Hotel chains disagree over Accor’s open marketplace concept
To say the decision by Accor Hotels to open a “marketplace” has divided opinion would be a bit of an understatement.
The global hotel chain announced in June this year that it would be allowing its consumer-facing brand to become a distribution network for independent properties that are looking for wider access to potential guests.
The idea is a blatant fight against online travel agencies and seemingly is trying to woo non-affiliated hotels to Accor to have a new channel on AccorHotels.com, the new name and home for Europe’s largest hotel group.
By increasing the inventory available to users, traffic will follow – at least that’s the plan.
Even if the user is not booking with an Accor Hotel, at least they are not offering loyalty to an OTA.
Accor is hedging that this then translates to better margins by reducing the volume of bookings leaking over to OTAs, and thus making a dent in the 10-20% commissions paid by many hotels to the middlemen.
The company is now on a bit of a charm offensive to convince the market that the idea is sound, at the same time as trying to sign up as many independent hotels as it can.
Speaking at the WebinTravel conference in Singapore this week, deputy CEO Vivek Badrinath (who recently joined from mobile giant Orange) reiterates the company wants to have 10,000 properties on the platform from 300 markets within three years.
During a more detailed discussion on the strategy, senior vice president for digital and ecommerce, Romain Roulleau, claims some 500 properties are already waiting to go live and it aims to have between 3,000 and 5,000 on the platform in 2015.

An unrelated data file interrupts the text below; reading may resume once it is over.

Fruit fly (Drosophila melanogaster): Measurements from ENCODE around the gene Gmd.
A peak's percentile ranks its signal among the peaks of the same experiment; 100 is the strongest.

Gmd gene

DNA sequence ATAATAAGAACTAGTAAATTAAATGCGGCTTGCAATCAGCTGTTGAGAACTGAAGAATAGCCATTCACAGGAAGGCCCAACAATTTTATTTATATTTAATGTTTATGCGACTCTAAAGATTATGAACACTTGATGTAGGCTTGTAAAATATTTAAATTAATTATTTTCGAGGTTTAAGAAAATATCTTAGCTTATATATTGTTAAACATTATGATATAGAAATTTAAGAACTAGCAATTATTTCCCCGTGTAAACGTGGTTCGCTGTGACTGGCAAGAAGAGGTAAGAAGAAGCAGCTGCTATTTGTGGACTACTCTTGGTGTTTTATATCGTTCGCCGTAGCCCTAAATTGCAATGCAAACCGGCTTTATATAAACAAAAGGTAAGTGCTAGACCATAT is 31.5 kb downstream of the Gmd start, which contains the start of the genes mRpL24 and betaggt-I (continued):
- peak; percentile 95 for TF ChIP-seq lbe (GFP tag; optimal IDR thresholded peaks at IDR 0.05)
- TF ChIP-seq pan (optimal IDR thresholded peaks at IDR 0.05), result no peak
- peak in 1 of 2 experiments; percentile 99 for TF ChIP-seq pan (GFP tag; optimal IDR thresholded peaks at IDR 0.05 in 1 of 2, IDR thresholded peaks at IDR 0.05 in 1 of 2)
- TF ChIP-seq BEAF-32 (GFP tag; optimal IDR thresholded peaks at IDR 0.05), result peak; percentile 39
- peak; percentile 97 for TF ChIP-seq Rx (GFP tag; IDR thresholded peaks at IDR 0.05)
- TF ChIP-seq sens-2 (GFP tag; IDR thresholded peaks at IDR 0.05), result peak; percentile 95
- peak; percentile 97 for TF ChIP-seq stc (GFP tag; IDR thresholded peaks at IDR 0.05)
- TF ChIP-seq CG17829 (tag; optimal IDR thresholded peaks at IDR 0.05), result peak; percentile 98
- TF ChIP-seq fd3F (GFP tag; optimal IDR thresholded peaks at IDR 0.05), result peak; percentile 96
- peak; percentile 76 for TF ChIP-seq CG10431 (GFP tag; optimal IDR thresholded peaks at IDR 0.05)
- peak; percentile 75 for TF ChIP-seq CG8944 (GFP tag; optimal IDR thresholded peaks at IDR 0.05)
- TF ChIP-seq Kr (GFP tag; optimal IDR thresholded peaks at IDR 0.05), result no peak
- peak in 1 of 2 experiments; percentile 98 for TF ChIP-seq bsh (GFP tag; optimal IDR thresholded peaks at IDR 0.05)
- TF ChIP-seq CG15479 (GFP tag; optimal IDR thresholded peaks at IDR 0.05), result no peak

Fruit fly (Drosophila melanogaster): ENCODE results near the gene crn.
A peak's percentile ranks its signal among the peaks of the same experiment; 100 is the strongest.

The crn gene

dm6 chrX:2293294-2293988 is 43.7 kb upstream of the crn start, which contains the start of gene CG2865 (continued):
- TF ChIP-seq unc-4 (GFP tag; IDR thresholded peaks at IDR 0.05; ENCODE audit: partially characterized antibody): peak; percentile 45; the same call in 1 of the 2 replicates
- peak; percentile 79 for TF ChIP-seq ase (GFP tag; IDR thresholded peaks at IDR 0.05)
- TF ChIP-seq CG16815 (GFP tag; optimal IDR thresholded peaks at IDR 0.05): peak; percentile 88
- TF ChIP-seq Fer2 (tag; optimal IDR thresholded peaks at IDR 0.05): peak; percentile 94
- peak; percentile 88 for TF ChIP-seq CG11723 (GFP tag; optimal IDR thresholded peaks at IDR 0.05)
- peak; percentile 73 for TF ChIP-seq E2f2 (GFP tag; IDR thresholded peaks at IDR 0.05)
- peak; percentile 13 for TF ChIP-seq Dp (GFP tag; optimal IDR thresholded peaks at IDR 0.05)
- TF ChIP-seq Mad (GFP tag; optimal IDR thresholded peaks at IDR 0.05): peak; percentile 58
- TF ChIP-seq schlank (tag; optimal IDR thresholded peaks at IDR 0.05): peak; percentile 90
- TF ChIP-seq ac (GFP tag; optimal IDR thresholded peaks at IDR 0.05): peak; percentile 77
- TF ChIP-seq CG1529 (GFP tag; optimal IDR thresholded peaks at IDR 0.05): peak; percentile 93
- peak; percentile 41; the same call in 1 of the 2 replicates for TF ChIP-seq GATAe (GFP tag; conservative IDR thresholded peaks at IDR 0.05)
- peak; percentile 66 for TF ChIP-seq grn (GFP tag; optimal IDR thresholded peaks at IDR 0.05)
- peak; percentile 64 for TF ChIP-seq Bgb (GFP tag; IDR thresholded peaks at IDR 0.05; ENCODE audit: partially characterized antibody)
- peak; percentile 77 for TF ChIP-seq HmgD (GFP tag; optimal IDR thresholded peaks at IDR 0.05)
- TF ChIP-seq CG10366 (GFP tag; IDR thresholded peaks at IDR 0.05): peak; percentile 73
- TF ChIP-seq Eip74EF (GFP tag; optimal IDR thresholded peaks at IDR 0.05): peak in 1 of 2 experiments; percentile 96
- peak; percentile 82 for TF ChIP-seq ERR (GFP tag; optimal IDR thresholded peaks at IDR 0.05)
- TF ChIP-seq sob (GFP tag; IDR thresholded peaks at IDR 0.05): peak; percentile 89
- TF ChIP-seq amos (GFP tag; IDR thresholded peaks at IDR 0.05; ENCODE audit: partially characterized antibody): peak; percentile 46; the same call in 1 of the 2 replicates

In response to a question about whether Accor can compete as a small “dolphin” with the “sharks” (in other words, the OTAs), Roulleau says:
“Dolphins are smarter than sharks!”
Cheeky quips aside, Roulleau says the company knows that if it wants to wrestle back some control over hotel distribution from the giants in the intermediary world (i.e. Booking.com and Expedia) then it will “have to be more creative”.
The devil in all this will inevitably be in the detail, not least with how Accor decides to curate the properties (rather than it being a completely “open” marketplace).
Roulleau says they will be targeting specific cities, carrying out on-site inspections and only including properties with high TripAdvisor rankings.
The strategy clearly has its detractors, from both rival chains and independent hotels.
Senior vice president for global distribution at Outrigger Hotels and Resorts, Dan Wacksman, says it is “good for consumers to have choice, but not sure what problems it solves”.
Intercontinental Hotels Group is even more sceptical and, at present, will not be following suit.
Nick Barton, the group’s chief commercial officer in Asia-Pacific, argues that consumers book a hotel stay “based on trust” and that “strong brands create loyalty”, rather than simply opening up all-comers to a marketplace of non-branded properties.
“Independents will not move the needle on hotel distribution – the OTAs are too powerful and they [independents] are too dependent on them.”
Others are also unsure about the Accor strategy, with Ben Jost, co-founder and CEO of TrustYou, claiming Booking.com has become “the brand for independents” anyway.
So in this battle between the creatures of the sea, what can independents do – instead of joining the Accor party – to fight the dominance of the OTAs?
· Demonstrate to potential guests the value of booking direct with a property (pre-stay customer service, availability of additional services, etc).
· Digitising what were previously analogue services (pre-stay check-in, mobile apps, etc).
· Enhance the trust of a property (be transparent, improve and manage online reputation).
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